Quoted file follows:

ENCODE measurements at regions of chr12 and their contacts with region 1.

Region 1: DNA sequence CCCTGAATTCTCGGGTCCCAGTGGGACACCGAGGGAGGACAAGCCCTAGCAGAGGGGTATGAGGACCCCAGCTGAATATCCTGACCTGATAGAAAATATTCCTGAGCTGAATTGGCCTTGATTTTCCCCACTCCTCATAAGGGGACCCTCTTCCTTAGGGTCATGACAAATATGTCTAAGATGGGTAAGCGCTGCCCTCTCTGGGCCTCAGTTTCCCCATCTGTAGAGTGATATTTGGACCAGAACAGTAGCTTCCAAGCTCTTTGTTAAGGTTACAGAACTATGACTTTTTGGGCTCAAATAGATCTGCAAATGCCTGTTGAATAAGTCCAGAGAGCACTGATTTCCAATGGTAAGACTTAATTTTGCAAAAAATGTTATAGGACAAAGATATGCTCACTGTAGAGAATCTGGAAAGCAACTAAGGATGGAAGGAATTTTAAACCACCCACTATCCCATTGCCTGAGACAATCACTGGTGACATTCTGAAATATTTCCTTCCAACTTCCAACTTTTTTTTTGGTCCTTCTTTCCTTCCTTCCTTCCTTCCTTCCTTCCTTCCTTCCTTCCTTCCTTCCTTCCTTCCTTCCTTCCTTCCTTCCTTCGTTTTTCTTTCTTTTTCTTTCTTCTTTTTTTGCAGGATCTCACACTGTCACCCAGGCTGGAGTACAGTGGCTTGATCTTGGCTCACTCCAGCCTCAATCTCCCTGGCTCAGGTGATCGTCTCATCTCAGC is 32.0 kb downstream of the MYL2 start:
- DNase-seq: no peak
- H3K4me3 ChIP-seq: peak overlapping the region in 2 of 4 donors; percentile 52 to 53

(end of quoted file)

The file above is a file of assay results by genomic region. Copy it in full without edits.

ENCODE measurements at regions of chr12 and their contacts with region 1.

Region 1: DNA sequence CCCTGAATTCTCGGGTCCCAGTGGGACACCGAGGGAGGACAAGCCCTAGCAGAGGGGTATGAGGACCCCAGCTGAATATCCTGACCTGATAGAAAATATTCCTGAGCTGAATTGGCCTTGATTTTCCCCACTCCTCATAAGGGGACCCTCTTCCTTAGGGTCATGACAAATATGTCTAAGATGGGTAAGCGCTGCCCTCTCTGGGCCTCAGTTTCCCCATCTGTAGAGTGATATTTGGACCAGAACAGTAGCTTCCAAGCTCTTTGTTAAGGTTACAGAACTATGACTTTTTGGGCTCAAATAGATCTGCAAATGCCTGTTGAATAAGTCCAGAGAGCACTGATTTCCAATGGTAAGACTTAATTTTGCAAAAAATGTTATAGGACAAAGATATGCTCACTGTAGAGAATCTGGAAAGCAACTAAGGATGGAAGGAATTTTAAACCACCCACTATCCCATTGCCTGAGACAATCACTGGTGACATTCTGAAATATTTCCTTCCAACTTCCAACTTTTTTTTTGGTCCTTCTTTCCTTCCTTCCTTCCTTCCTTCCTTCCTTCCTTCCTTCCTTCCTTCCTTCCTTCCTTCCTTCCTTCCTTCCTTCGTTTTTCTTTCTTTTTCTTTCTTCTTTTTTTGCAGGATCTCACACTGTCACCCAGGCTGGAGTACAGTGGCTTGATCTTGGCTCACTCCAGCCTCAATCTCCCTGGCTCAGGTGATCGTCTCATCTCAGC is 32.0 kb downstream of the MYL2 start:
- DNase-seq: no peak
- H3K4me3 ChIP-seq: peak overlapping the region in 2 of 4 donors; percentile 52 to 53